Friday, February 18, 2011

TAMAGOTCHI'S! [and the epidemic that ensued...]

Right around the time that Pogs became the "it" item another, much more sophisticated toy came onto the market.  I found out about this intriguing toy one morning as I entered continuous progress class [this in a nutshell means that my elementary school had too many students and not enough classrooms so they came up with this brilliant idea to combine the second and third grade into one class entitled "continuous progress" or CP].  That was a small rant, but back to the point.


I entered my second/third grade homeroom class on one dull morning to find one of the third grade boys surrounded by an awestruck group of classmates twirling some keychain around his index finger.  I found myself caught in the midst of quite a dilemma.  I, too, really needed to check out this new toy, but I was challenged in the height department and not only was I the shortest student in the entire second grade, but I was stuck in a class filled with mostly third graders, which essentially made me a smurf, or more appropriately a leprechaun as I stood a whopping three-feet tall with flaming red locks.


Anyhow, back to this toy.  I finally squeezed my way through my classmates and got a good look at this...thing.  What was it?  It was called a Tamagotchi.  It was a Japanese made toy that was a keychain, which fit in the palm of your hand.  It had a small black and white screen and three little rubber buttons.  Now the tamagotchi was like an innovative, robotic baby doll.  Basically, you bought this tamagotchi and the second you turn it on it hatches from its egg.  And then this tamagotchi is your child.  The three buttons are for the three essential needs of life: food/drink, bathroom, and playtime.


Image by Nate Lanxon from http://crave.cnet.co.uk
So, basically what would happen is every few minutes your tamagotchi would need food.  You had to feed it or it would lose life.  If you neglected this tamagotchi it would die.  The tamagotchi would also leave you presents in the form of giant mounds of crap.  In hindsight this old school Japanese toy was effectively teaching us youngsters how incredibly demanding having children is.  The tamagotchi was extremely needy.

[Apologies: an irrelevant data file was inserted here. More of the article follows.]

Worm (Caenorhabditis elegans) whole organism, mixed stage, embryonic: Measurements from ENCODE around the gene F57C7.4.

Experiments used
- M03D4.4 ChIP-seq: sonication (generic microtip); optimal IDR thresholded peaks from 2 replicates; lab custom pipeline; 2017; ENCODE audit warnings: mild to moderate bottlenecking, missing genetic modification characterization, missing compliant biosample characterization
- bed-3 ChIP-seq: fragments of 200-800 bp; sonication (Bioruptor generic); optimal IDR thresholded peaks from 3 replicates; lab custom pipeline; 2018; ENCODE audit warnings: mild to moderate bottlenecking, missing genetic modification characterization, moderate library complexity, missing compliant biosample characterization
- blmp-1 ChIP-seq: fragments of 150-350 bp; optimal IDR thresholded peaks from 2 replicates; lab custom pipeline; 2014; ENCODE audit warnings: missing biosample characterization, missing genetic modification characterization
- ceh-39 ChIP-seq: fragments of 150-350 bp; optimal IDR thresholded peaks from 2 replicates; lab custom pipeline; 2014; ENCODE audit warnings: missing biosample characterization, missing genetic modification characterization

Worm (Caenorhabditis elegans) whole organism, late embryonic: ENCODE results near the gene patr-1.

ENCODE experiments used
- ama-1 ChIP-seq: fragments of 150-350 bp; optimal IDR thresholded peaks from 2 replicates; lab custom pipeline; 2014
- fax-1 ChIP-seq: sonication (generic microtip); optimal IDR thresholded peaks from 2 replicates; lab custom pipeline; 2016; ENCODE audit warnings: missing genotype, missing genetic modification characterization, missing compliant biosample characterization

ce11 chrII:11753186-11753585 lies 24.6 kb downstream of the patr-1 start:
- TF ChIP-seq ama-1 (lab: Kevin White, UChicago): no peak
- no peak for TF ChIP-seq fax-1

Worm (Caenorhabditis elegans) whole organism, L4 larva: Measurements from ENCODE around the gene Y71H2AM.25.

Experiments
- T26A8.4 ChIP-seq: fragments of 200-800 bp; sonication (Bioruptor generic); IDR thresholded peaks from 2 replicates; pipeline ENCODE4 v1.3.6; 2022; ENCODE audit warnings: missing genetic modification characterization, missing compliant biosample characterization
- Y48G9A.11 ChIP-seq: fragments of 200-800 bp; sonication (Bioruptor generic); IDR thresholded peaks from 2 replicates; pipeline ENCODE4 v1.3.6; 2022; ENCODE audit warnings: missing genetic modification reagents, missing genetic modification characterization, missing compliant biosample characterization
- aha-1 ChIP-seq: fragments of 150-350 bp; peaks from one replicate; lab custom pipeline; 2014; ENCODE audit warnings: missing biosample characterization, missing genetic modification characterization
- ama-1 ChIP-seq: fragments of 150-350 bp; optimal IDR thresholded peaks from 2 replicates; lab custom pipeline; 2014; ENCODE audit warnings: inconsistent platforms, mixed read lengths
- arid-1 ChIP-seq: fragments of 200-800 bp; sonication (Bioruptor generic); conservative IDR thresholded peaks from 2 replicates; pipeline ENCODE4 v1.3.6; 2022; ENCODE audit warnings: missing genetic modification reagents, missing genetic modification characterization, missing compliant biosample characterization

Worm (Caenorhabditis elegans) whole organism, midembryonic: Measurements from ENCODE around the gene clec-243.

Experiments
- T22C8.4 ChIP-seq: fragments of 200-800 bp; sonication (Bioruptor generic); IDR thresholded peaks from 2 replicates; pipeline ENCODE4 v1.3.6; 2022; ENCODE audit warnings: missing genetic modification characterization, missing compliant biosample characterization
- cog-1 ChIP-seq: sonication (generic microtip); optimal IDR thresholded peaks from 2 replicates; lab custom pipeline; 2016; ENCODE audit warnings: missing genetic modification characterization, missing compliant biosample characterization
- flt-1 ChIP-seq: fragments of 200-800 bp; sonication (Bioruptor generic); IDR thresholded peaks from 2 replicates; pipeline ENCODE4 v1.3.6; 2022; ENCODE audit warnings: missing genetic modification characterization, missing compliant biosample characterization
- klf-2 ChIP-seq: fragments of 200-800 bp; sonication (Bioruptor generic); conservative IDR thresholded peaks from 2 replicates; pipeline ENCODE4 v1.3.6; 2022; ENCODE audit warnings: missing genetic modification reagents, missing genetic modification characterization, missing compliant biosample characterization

In fact, this electronic baby was so incredibly demanding of attention it became a mini-epidemic through the halls of the Fort.  I'm sure you can guess what happened after that third grader showed off his tamagotchi to the second and third graders.  If you're having trouble figuring it out: by lunch every elementary schooler was obsessed with the tamagotchi.  Thus, when each child got home to their parents that night he/she begged for the toy.


Come the following Monday and just about every elementary schooler was walking through the halls of the Fort with their eyes glued to their keychain child.  class time became disrupted as there were kids shooting their hands in the air every three minutes begging Miss Block to let them feed their tamagotchi. "Samara, we are in math class this is no time for toys." "But Miss Block!  My tamagotchi is my CHILD and he is going to DIE if I can't feed him!!!" This same conversation repeated itself endlessly throughout the week until they were officially banned from Fort Garrison Elementary.


And what happened next?  Well the cool kids ditched the original tamagotchi and upgraded to the Nano Baby [a tamagotchi on steroids with some more cool features].  Teachers beware!

4 comments:

  1. like OMG!!!!! ..tamagotchis = my shit!!!!!

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  2. Was it called a gigapet? You know the one with teh dinosaurs and was like a rough and tumble version of tamagotchis?

    Man I had those and that was some of the best six months ever lol.Even if it was annoying (not quite as bad as a furrby though lol)

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  3. Uggh I just left a comment and came across a complication that I don't feel like explaining. Any way I remember Gigapet, but never heard of tamgotchi. The song went like this "Don't forget your GIGAPET!".I had the Dinosaur and Salem from Sabrina the teenage witch. Good times.

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  4. Anonymous4/01/2011

    haha reminds me of my childhood

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